My Experience As A Non-Tech Product Owner
20 April 2017 |
About a 4 minute read
Every time we get a new batch of joiners they go through a four week Bootcamp to help them understand the areas of our business and become prepared for working on a client site as a unit. For our recent Bootcamp in February I had the opportunity to act as Product Owner (PO) for one of our bespoke applications at AND Digital and develop a new product from scratch. Coming from a non-techical background, I thought this would be a great way to challenge myself, to learn about what is going on at “the back-end” and to test our Agile practices with a new Scrum Team.
The goal was to develop an online catalogue for the AND Digital Academy to make our offering available to our “ANDis” as well as to our clients (and in the future to also book courses through this site!).
It was a great experience as I had also taken on this role for the first time. What I gained was a better understanding of the importance of visualisation, how hard it is to stick to Agile principles and YES, I learnt about the tech stack!
But it wasn’t all plain sailing! To start a new product from scratch with a newly formed team brought along interesting challenges. This is what I had to tell myself during our first sprint:
- You can’t have it all! The Scrum team had a pretty hard job of managing my expectations in terms of product and release date. I found it difficult to imagine what an MVP (Minimal Viable Product) looks like as nearly ALL functionalities seemed to be really important.
- Learning how to visualise the ideas instead of expecting my team to be able to “mind read”. I was designing a new product from scratch and I started off with some cryptic drawings on a flipchart – still, better than nothing, and the Product Analysts actually used them to create the wireframes!
- Being agile – being flexible! “Being agile” – It sounds great, but dealing with scenarios that constantly change is yet a skill that I need to master. Even within a short sprint of only one week, the business requirements changed and we quickly had to re-assess and re-prioritise whatever was in the backlog, which can be a bit frustrating at times.
- Don’t bring in too much and don’t break the Scrum goal! It was sometimes tempting to pull more in as the team seemed to get on really well; and I gave into the temptation. This did work until we pulled it too much – and we ended up not achieving the sprint goal.
- Tech Stack – What was most helpful, were the discussions with the Product Developers of the team, understanding interdependencies and asking how much effort is needed in the back-end (e.g. having a “perfect” button on a website is probably not worth spending a fifth of their time…so I got a “not-so-perfect” button – it works and that is what counts!).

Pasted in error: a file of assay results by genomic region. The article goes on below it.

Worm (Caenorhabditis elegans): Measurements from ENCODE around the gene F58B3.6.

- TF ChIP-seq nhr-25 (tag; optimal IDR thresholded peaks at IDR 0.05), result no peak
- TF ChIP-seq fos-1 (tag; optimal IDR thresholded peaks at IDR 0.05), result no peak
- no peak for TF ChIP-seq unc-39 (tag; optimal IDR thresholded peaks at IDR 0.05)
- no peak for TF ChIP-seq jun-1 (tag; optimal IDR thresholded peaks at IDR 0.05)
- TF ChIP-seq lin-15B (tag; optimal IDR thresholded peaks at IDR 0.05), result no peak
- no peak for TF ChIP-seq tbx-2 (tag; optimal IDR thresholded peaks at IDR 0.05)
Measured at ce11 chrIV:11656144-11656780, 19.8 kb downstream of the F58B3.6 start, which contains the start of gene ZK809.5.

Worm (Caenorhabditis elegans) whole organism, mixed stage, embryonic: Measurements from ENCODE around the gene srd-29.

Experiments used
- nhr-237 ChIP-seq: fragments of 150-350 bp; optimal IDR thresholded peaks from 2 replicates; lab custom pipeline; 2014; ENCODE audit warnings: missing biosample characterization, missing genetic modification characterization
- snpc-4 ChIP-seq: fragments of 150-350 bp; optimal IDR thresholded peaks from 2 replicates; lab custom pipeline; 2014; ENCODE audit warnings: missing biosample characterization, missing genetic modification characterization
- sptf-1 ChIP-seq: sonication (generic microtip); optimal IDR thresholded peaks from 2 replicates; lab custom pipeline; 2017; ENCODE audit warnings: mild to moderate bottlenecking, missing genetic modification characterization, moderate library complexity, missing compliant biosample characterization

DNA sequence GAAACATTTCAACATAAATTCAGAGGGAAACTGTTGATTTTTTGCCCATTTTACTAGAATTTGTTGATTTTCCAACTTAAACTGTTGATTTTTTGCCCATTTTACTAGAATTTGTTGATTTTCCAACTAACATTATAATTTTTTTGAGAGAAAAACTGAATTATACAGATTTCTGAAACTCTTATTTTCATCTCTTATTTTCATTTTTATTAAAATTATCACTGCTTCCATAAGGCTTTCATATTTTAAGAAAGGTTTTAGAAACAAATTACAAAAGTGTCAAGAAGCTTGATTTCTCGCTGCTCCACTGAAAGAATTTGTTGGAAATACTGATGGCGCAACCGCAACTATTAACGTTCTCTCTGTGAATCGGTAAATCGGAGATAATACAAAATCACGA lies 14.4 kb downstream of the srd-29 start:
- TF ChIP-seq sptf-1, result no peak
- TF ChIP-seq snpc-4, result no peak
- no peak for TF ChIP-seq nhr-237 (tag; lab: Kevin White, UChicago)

- Make time – being a PO is a time consuming role (not necessarily being physically present, but THINKING about so many details that haven’t even crossed your mind). Also, the team needs sign-off pretty quickly, especially when you have a short sprint of one week and this can become a blocker. Ultimately, it works like this: the more you invest, the more you get out.
- It’s OK to say “I don’t know”. In the beginning I thought that as a PO I would need to be able to answer all questions from the development team. To be honest, I couldn’t keep this up for very long! The team was challenging me with technical questions and raised points from a user experience perspective I hadn’t even thought of. As I couldn’t give them what they need, this only left me with one option: To find it out from other people!
My top tips for your first go at being a PO:
- Develop a vision board (e.g. http://www.romanpichler.com/tools/vision-board/) and share it with your team to create transparency and set clear goals.
- Establish a relationship with your team and clarify your expectations (specifically with the Scrum Master).
- Make yourself available for key sprint events so you don’t become a blocker for the team.
- Accept and embrace change even if this means scrapping everything you thought you wanted.
- Ask questions about the Tech, processes and jargon you don’t understand – Ask your development team, ask other POs, ask the Product Developers, ask the Product Analysts, ask everyone who can help achieve your vision.
Being a PO was a hugely valuable experience, which I would highly recommend. On a personal level, it was very important for me to keep the team motivated and morale high – knowing that I had set very high expectations in a short time-frame. I tried to support the team by providing lots of constructive feedback and reinforcement rather than trying to “correct” things. The result was that the team really surprised me – and what was even better, was they also surprised themselves with what they are capable of.
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